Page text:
Last time I described the crack spread, which reflects the relationship between the price of crude oil and the prices of its refined products, but many more spreads are being used in the energy markets.
Cross trading can be achieved by trading spreads like the WTI crude versus Brent crude, whereby traders buy one and sell the other. The setting up of such positions aims at buying undervalued products and selling overpriced products.
After the initial trade, the trader waits for the prices to develop in the way he anticipated and then he liquidates the position. What is left, in the case of a positive scenario, is a positive cash balance.
With spreads, like WTI versus Brent, traders don't need to pay the full amount of margin. In fact, margins are mainly offset. How much will be offset and what is left to deposit (cross margin) depends on the allocated correlation between two products.
As from May 1st you may consider using Oman-backed futures. These instruments (including some cross spreads) will be listed on DME when it begins these activities after April 2007.
Besides crack spreads, there are also many more spreads, crush spreads being just one of them. Crush spreads are also price comparisons between crude products and refined products. However, we talk about crush spreads when the crude products are soybeans and the derived products are soy meal and soy oil.
Obviously, the price of the derived products greatly depends on the basic product, although sometimes the correlation varies. Traders can profit these variations by, for instance, going long soy beans and short soy meal and/or soy oil.
Soy oil can be used for energy purposes (bio-energy). There are many more energy products, ranging from oil and gas, to coal, uranium and electricity.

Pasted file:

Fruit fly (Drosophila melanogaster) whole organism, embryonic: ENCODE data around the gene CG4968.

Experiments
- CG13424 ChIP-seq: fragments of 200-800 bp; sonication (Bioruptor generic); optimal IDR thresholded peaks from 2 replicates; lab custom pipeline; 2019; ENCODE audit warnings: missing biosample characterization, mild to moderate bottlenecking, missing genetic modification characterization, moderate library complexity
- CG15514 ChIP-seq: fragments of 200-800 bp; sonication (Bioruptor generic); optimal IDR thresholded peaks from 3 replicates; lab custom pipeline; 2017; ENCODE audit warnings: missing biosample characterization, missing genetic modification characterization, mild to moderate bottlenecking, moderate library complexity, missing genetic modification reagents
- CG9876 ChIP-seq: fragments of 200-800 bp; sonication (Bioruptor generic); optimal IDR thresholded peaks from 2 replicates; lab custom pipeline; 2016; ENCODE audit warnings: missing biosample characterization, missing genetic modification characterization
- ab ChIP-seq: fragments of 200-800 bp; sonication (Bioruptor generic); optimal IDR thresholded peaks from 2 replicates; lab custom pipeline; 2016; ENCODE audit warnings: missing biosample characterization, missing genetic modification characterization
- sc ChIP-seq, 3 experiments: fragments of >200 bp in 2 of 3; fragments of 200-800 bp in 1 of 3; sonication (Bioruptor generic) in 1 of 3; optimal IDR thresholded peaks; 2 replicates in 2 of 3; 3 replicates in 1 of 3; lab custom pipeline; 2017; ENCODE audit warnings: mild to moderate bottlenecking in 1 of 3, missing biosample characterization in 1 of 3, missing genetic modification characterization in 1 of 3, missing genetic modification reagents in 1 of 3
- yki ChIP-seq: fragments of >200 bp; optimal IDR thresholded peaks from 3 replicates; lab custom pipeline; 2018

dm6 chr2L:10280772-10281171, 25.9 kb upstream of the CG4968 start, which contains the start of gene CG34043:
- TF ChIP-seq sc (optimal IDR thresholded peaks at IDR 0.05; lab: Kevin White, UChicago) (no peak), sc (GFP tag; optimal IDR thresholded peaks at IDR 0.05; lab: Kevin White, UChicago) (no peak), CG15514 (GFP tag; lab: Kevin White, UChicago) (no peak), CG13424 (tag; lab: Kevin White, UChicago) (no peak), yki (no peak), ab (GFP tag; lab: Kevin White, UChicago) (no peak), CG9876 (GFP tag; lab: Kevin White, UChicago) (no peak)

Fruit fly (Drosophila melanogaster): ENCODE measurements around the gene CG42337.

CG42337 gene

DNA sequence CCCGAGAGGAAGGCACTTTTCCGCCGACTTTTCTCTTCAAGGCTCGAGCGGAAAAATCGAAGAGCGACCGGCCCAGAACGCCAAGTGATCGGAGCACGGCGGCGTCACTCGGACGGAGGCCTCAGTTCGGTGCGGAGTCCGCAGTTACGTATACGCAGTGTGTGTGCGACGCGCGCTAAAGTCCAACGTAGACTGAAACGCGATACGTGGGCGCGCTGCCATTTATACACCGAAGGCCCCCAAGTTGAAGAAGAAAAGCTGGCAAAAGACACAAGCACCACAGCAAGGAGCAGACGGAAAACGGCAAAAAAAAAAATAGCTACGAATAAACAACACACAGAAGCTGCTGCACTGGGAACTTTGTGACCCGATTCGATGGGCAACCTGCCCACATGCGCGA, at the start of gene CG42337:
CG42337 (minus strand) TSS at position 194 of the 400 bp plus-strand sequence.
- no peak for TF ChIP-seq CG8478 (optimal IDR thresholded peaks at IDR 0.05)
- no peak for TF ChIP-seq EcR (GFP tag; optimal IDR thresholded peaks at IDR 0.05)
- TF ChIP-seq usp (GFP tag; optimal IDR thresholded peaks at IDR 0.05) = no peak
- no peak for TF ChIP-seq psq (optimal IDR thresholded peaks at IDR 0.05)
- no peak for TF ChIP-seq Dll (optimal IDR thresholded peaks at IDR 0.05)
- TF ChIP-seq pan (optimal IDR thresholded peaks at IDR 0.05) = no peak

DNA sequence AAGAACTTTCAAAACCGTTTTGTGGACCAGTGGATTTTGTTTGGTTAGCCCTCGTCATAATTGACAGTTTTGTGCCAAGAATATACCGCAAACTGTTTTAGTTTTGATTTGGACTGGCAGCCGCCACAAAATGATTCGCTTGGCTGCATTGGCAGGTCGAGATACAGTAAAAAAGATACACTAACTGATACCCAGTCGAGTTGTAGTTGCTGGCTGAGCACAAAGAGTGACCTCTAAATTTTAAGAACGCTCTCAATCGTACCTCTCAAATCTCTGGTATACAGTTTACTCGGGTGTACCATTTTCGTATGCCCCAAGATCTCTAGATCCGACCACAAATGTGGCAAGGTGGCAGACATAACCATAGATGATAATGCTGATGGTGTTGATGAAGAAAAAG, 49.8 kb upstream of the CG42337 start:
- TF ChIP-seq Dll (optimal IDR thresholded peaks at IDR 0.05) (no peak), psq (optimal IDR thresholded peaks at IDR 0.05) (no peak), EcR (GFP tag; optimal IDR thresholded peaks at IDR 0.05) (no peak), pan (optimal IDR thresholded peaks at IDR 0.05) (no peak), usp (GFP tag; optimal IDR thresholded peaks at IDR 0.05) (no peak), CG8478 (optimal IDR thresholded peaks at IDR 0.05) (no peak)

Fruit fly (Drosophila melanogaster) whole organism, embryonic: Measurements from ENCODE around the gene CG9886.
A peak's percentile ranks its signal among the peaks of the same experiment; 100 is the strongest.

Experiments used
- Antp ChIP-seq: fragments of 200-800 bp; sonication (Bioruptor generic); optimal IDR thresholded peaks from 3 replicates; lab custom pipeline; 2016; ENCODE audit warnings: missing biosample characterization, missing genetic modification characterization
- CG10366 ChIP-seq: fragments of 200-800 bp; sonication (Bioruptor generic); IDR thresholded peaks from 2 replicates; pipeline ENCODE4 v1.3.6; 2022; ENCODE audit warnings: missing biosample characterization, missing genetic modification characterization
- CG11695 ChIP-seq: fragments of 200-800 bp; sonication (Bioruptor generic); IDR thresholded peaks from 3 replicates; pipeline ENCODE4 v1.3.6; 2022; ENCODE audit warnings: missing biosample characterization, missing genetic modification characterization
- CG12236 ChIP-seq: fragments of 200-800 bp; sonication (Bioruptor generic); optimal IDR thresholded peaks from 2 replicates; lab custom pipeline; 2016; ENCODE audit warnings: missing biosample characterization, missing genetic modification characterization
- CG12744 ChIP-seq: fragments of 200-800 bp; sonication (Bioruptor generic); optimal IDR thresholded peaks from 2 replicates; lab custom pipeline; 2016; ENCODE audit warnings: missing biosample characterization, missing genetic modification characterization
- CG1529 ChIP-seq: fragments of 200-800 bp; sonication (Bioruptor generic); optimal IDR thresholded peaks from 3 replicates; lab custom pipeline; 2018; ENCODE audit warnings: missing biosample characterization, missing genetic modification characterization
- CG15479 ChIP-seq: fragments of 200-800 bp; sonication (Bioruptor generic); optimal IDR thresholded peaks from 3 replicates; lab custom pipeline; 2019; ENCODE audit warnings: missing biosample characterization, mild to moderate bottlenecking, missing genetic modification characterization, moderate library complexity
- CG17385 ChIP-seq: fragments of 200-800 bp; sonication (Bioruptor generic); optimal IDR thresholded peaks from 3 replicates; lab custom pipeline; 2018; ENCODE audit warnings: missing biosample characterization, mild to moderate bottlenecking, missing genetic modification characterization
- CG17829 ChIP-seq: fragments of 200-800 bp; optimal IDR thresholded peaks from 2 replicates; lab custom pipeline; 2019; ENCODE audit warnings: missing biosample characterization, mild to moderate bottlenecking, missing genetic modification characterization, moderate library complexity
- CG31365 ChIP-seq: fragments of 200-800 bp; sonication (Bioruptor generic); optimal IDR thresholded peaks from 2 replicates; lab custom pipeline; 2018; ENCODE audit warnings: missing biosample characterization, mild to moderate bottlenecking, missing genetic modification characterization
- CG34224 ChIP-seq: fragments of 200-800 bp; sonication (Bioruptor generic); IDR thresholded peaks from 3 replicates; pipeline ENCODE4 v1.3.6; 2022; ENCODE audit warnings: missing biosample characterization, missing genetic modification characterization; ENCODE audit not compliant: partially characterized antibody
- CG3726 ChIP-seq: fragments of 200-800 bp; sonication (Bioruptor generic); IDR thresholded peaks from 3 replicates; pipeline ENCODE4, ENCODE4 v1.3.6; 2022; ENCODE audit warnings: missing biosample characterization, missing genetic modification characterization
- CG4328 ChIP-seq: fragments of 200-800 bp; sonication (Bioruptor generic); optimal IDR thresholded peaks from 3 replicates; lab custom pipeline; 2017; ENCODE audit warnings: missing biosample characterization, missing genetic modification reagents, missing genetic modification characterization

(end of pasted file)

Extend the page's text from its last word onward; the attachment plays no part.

Electricity is produced in power plants. These plants use various forms of energy; most use coal because the coal price is relatively low. Gas, however, is used in countries that own a lot of gas fields (like the Netherlands).
Since the rise in the oil price, and because of environmental issues like climate change due to emissions of pollution gasses, nuclear power is gaining support. Uranium prices have gone sky high, and mergers and acquisitions in this sector seem to be very popular these days.
Again, the variety of spreads in the energy markets is huge. The spark spread is another example.
It is the theoretical net income of a gas-fired power plant from the selling of a unit of electricity, after having bought the fuel required to produce that unit of electricity. All other costs, including operation, maintenance and capital costs must be covered from the spark spread.
In formula: Spark spread = (Electricity price - Gas price) / Power plant efficiency
The dark spread is comparable to the spark spread, the difference being that this time the power plant is fired with coal instead of gas.
Countries that have ratified the Kyoto protocol are faced with the situation that their power plants also have to consider the costs of carbon dioxide emissions allowances which will be under a cap and trade regime. Trading emission allowances began in the European Union in 2005.
Clean spreads reflect the net revenues. A clean spark spread represents the net revenue a generator makes from selling power, after having bought gas and the required number of carbon allowances.
Whereas part of the carbon allowances is provided to the power plants operators for free, any production of electricity will require the purchase of carbon allowances. Similarly, a clean dark spread is an indicator that refers to the coal-fired generation of electricity.